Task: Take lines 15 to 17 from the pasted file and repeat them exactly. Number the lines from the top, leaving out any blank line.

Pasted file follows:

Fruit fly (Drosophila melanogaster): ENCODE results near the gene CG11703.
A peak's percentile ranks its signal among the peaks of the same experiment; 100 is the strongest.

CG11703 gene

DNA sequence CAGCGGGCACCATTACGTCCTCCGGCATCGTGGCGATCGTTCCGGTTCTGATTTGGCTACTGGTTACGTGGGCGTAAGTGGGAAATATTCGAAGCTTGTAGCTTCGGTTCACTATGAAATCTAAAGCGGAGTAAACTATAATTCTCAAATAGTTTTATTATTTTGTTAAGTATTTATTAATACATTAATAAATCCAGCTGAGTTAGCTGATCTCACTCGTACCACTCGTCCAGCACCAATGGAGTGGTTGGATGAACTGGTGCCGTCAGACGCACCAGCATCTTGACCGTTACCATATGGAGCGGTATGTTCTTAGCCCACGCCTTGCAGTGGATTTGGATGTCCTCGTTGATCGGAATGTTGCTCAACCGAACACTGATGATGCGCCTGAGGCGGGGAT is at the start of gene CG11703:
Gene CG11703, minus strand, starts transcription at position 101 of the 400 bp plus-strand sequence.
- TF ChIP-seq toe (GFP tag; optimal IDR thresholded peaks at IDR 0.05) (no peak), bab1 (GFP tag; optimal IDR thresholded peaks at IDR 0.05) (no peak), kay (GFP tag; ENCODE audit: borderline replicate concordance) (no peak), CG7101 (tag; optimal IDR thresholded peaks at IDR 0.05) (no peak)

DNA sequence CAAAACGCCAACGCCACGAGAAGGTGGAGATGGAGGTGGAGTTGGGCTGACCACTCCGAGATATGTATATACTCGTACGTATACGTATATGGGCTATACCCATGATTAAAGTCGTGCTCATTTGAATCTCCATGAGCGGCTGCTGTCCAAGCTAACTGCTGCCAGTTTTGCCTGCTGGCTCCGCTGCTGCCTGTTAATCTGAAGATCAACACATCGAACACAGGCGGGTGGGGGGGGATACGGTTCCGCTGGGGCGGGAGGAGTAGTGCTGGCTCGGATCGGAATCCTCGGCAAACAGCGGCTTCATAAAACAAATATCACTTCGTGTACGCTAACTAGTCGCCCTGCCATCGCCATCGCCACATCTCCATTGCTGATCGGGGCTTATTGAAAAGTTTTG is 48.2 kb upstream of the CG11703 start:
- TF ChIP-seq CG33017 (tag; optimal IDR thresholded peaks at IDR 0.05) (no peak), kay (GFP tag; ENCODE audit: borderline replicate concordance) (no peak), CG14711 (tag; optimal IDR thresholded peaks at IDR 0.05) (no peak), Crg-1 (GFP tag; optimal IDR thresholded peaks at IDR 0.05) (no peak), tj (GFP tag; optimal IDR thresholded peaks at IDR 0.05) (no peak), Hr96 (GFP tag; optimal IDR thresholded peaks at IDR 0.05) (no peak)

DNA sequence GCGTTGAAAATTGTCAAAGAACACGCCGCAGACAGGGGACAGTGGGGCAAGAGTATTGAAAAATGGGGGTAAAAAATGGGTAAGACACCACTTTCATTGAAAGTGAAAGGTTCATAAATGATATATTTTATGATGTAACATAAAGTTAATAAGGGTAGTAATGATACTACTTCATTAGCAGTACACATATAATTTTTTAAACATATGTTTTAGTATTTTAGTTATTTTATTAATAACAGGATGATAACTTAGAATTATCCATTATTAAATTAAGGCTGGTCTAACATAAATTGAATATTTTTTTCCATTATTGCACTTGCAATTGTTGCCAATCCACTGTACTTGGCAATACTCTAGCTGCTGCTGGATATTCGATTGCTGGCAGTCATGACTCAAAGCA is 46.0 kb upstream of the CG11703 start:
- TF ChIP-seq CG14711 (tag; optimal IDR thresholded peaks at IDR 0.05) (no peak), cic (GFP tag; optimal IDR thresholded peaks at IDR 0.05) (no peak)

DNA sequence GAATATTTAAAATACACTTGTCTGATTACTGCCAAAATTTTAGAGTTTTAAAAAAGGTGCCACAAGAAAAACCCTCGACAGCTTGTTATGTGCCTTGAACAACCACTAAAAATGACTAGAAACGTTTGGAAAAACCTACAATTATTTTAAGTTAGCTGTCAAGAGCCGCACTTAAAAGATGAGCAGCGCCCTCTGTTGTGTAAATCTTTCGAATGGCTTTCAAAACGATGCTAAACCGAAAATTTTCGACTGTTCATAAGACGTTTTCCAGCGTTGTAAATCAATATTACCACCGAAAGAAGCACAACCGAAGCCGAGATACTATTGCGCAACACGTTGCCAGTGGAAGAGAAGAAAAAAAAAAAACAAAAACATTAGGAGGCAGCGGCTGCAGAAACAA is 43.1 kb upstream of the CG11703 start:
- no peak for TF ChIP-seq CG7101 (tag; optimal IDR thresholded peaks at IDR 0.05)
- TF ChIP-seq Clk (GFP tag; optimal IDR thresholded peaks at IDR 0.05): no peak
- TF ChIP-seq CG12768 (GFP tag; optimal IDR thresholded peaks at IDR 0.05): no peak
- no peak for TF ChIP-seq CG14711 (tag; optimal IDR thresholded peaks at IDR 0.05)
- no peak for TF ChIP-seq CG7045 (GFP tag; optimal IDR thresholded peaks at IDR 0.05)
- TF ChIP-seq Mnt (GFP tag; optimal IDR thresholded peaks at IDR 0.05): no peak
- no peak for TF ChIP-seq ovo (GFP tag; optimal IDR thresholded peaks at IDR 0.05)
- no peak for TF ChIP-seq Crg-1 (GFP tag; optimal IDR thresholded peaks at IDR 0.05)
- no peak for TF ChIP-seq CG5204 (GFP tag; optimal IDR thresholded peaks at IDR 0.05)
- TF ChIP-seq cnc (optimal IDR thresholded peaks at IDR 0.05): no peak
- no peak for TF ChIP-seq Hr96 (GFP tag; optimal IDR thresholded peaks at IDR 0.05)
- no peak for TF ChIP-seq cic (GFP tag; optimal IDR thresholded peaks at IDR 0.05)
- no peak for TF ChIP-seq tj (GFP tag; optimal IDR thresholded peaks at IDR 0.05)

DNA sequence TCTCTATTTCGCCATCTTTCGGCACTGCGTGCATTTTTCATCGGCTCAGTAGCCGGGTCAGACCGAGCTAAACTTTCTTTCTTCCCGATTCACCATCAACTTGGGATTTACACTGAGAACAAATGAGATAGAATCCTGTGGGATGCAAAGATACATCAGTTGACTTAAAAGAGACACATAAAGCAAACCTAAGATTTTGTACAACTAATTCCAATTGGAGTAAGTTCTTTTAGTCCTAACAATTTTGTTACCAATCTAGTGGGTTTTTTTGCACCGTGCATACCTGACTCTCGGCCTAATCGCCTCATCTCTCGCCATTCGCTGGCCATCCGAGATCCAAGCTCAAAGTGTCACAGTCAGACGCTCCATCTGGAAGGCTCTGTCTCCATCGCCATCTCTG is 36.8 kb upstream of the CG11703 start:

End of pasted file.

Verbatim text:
- no peak for TF ChIP-seq CG14711 (tag; optimal IDR thresholded peaks at IDR 0.05)
- no peak for TF ChIP-seq CG7045 (GFP tag; optimal IDR thresholded peaks at IDR 0.05)
- TF ChIP-seq Mnt (GFP tag; optimal IDR thresholded peaks at IDR 0.05): no peak